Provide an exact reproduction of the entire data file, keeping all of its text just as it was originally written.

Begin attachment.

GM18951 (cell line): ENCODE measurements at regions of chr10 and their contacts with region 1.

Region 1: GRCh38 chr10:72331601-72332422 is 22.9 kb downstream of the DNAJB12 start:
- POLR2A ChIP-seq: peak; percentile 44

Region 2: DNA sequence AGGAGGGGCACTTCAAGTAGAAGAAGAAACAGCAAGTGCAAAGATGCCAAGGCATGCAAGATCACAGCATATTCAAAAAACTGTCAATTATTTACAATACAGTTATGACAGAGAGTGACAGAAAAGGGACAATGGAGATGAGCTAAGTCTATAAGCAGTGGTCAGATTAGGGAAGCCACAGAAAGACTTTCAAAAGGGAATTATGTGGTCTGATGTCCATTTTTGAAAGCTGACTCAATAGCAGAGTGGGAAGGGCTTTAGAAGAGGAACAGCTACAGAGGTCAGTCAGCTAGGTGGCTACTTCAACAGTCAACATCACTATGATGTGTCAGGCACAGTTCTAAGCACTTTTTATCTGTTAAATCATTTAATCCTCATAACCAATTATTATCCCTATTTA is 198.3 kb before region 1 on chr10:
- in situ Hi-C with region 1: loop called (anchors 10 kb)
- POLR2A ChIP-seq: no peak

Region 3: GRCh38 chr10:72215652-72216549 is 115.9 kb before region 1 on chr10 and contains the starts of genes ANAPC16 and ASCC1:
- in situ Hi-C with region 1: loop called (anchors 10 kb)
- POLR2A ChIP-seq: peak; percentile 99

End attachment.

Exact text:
GM18951 (cell line): ENCODE measurements at regions of chr10 and their contacts with region 1.

Region 1: GRCh38 chr10:72331601-72332422 is 22.9 kb downstream of the DNAJB12 start:
- POLR2A ChIP-seq: peak; percentile 44

Region 2: DNA sequence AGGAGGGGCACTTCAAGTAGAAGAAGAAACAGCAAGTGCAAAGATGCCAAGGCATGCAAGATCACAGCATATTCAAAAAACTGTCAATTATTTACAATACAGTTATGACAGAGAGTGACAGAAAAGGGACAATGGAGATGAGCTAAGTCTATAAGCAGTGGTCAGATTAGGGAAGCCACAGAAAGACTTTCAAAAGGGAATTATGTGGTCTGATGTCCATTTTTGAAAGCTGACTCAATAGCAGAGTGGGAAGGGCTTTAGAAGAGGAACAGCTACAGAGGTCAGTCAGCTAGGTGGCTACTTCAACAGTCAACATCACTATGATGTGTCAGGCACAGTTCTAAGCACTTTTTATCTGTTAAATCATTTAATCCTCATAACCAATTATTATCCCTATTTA is 198.3 kb before region 1 on chr10:
- in situ Hi-C with region 1: loop called (anchors 10 kb)
- POLR2A ChIP-seq: no peak

Region 3: GRCh38 chr10:72215652-72216549 is 115.9 kb before region 1 on chr10 and contains the starts of genes ANAPC16 and ASCC1:
- in situ Hi-C with region 1: loop called (anchors 10 kb)
- POLR2A ChIP-seq: peak; percentile 99